As far as the story goes, the altering of the timeline really seems moot, as there are things that are different before the moment of that alteration. I’m specifically talking about the time Enterprise was already in space before Kirk showed up, as well as Spock’s previous service on the ship and Captain Pike’s role in everything.

Additionally, the story really seems to be a rehash of Star Wars: Episode IV – A New Hope, which Abrams would also heavily borrow from for his first Star Wars movie, Episode VII – The Force Awakens. But this is the same guy who also borrowed heavily from E.T. the Extra-Terrestrial for his picture Super 8. It all kind of makes me wonder what his next Star Wars film will heavily borrow from.

In the realm of Star Trek movies, this is better than the worst films that came before it but it doesn’t come close to the greatness of Wrath of KhanThe Voyage HomeThe Undiscovered Country or First Contact. As its own film, separate from the series, it is a fun, space action movie. I will give it that. It is a good adventure and a better than average popcorn movie but we’ve seen this all before and done much better.

In retrospect, I’m pretty happy with most of the casting. I never liked the idea of anyone else ever playing the original crew but that bad idea is salvaged fairly well with most of the cast choices. I like Pine as Kirk, Quinto as Spock and Urban as Bones. However, I just don’t see how they will ever have the chemistry that Shatner, Nimoy and Kelley had. But since this series was cancelled after the third film, I guess we’ll never see what develops between the three men over the long haul.

But this film also diminishes McCoy’s importance, as the relationship they focus on is just between Kirk and Spock and not the trinity we all came to love on the original television show and the movies of the ’80s. And that’s a shame, really, as I love Karl Urban’s commitment to the McCoy character. He just nails it so well. I think he actually understands the role much more than Abrams, the man behind the camera.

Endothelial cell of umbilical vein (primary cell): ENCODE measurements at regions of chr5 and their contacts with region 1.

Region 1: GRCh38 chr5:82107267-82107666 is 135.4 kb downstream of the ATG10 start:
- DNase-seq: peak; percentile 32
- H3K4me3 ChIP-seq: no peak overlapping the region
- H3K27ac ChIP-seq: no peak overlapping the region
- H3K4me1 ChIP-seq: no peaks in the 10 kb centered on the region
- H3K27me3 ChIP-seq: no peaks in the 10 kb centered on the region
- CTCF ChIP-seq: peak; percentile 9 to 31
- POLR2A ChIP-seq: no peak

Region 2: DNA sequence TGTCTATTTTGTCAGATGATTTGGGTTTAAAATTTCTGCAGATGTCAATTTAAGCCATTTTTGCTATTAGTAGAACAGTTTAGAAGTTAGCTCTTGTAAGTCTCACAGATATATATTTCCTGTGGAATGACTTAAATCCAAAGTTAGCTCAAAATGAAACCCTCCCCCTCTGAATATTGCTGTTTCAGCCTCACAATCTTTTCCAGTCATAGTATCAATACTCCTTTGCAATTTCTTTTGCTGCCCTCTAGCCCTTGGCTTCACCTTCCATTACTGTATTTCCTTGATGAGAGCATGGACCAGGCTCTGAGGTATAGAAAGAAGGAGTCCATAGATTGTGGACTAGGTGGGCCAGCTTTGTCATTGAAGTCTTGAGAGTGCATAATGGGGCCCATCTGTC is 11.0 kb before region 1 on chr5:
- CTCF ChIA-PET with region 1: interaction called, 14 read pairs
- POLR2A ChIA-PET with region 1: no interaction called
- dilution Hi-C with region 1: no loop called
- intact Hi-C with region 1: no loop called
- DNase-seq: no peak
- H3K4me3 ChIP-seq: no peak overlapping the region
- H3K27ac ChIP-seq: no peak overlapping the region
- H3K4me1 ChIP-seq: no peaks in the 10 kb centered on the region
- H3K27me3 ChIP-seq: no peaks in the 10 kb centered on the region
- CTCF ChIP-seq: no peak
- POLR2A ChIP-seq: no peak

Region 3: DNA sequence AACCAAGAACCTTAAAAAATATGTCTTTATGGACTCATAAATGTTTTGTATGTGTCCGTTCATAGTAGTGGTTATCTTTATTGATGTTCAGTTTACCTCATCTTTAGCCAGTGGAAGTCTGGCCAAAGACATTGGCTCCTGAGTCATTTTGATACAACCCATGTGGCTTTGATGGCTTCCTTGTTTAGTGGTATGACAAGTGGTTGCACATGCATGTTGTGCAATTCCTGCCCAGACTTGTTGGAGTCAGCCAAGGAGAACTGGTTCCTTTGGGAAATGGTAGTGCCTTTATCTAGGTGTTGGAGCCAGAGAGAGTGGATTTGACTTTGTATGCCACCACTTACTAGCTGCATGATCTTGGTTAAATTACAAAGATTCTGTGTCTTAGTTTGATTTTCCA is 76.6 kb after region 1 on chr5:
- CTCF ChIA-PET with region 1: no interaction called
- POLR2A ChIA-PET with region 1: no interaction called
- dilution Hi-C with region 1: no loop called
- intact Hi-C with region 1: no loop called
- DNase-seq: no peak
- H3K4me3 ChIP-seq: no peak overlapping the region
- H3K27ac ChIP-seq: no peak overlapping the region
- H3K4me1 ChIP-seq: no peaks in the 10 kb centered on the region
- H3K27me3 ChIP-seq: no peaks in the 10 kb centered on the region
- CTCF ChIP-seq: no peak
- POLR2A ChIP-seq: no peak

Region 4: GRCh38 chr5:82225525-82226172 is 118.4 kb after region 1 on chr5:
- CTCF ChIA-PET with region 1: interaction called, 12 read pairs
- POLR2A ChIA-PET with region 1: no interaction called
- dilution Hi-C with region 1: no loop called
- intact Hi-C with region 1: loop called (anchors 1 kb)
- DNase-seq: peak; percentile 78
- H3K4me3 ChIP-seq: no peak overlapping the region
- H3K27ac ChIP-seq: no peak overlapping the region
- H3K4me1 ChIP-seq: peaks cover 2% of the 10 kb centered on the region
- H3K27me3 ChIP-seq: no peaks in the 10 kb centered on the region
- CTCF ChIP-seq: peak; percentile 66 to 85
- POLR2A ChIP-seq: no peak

I’m probably coming off as harsh but I’m just calling it like I see it. I did enjoy revisiting this, as it was a quick paced, exciting film. It did have some heart in the moments where Leonard Nimoy, as the older Spock, came into the story. But it did lack the right sort of emotion to make me feel for these characters.

do like this for the most part but that doesn’t mean that it isn’t just a framework for something that could have been richer and more intimate. A lot of the pieces to this puzzle were good and while some connected, it’s as if the filmmakers gave up about halfway through and just threw all the pieces back into the box.

Rating: 7.25/10
Pairs well with: The other Kelvin timeline Star Trek films: Star Trek Into Darkness and Star Trek Beyond.

Film Review: Batman: Under the Red Hood (2010)

Release Date: July 27th, 2010
Directed by: Brandon Vietti
Written by: Judd Winick
Based on: Batman: Under the Red Hood by Judd Winick, Doug Mahnke
Music by: Christopher Drake
Cast: Bruce Greenwood, Jensen Ackles, John DiMaggio, Neil Patrick Harris, Jason Isaacs, Wade Williams, Kelly Hu